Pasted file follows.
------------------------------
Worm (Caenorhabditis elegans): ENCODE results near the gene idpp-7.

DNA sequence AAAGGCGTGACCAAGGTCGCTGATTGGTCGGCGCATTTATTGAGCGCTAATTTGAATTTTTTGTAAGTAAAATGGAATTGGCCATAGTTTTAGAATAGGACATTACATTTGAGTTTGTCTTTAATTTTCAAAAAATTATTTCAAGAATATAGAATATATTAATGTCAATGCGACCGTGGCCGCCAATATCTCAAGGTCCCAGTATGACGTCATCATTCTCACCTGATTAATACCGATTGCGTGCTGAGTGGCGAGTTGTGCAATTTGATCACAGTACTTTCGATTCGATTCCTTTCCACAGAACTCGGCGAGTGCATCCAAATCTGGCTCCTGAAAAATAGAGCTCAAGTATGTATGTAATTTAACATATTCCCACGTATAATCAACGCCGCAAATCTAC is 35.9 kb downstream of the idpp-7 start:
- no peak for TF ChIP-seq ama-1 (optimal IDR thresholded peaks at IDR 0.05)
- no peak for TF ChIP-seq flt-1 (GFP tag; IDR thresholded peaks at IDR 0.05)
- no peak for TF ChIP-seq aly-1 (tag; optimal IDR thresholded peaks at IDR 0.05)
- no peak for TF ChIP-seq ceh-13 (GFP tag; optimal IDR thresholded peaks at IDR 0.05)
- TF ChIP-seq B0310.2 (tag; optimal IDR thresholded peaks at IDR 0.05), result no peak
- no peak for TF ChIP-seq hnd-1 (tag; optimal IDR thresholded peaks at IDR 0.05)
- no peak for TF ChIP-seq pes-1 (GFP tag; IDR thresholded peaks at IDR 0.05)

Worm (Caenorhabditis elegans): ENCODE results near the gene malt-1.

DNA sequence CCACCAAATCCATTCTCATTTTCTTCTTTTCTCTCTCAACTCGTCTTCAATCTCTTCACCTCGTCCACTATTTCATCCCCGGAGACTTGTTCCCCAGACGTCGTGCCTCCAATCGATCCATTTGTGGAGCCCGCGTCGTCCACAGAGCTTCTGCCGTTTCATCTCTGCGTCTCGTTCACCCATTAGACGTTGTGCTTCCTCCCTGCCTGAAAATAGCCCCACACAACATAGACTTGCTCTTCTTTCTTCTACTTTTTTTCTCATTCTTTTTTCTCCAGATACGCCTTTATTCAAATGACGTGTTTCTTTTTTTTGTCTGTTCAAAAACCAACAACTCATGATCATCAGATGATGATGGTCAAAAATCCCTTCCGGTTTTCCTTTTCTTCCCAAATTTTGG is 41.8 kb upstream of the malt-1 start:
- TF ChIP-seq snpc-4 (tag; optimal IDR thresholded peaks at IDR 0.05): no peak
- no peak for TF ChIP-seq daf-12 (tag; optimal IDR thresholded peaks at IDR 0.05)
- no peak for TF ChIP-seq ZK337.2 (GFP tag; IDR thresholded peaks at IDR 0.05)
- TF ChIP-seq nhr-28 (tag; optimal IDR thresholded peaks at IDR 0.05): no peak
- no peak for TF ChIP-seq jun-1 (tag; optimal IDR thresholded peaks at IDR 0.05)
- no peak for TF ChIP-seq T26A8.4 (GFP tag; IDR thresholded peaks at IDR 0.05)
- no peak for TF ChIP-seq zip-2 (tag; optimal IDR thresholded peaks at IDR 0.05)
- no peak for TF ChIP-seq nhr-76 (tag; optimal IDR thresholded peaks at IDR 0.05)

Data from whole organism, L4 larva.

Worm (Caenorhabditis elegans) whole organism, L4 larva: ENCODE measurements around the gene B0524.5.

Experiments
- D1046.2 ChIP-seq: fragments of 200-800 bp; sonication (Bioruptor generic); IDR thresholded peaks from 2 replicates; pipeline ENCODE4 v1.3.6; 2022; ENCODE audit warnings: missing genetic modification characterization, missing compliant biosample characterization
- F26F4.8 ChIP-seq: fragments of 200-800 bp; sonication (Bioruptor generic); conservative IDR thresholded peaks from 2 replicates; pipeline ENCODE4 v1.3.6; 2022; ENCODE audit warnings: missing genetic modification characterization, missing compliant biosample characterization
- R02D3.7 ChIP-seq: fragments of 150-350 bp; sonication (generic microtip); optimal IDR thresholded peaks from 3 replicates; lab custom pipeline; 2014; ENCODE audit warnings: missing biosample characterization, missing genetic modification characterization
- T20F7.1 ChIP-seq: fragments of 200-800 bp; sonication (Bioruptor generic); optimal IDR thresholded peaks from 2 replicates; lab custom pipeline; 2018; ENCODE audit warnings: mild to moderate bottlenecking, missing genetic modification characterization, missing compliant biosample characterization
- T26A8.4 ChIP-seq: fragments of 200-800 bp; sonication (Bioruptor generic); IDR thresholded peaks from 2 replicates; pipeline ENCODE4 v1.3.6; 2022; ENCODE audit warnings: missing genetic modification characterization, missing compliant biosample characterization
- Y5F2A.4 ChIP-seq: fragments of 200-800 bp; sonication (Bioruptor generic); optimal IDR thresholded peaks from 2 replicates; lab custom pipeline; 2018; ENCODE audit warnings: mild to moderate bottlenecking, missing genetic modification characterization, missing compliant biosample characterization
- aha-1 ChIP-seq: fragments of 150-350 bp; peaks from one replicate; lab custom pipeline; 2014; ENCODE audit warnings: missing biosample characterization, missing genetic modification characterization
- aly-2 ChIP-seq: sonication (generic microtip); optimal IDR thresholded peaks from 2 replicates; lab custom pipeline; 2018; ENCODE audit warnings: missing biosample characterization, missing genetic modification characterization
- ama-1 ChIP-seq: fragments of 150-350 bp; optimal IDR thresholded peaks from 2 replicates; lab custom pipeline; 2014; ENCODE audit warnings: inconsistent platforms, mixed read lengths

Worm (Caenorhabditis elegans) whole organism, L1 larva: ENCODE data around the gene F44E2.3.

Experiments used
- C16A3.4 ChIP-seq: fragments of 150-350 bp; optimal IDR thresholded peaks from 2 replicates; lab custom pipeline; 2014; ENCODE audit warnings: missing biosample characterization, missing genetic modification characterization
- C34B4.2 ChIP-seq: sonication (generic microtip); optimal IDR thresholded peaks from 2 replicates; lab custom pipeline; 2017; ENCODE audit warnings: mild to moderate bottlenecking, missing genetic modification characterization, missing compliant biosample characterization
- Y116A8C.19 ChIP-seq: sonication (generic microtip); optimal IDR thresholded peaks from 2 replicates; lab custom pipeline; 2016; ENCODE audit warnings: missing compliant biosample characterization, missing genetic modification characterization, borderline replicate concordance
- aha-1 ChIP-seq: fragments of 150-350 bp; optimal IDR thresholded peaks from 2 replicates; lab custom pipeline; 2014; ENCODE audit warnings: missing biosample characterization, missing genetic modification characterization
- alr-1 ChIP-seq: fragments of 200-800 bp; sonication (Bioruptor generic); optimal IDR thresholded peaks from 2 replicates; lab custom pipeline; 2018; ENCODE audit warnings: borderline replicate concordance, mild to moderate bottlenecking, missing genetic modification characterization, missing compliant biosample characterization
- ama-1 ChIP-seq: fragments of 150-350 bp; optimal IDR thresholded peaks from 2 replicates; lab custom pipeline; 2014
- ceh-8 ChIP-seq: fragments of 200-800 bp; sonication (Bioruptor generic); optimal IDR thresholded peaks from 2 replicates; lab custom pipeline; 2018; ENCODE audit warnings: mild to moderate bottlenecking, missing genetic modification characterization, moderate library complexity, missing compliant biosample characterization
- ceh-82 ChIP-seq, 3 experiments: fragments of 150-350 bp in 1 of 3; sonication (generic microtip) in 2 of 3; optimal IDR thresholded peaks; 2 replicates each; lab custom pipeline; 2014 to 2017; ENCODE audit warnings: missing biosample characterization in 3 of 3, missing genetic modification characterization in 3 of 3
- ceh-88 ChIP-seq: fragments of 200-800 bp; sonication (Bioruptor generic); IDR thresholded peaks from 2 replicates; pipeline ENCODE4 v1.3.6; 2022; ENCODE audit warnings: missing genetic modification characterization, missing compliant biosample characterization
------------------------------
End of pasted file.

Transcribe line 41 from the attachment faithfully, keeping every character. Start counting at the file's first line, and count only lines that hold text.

- ceh-82 ChIP-seq, 3 experiments: fragments of 150-350 bp in 1 of 3; sonication (generic microtip) in 2 of 3; optimal IDR thresholded peaks; 2 replicates each; lab custom pipeline; 2014 to 2017; ENCODE audit warnings: missing biosample characterization in 3 of 3, missing genetic modification characterization in 3 of 3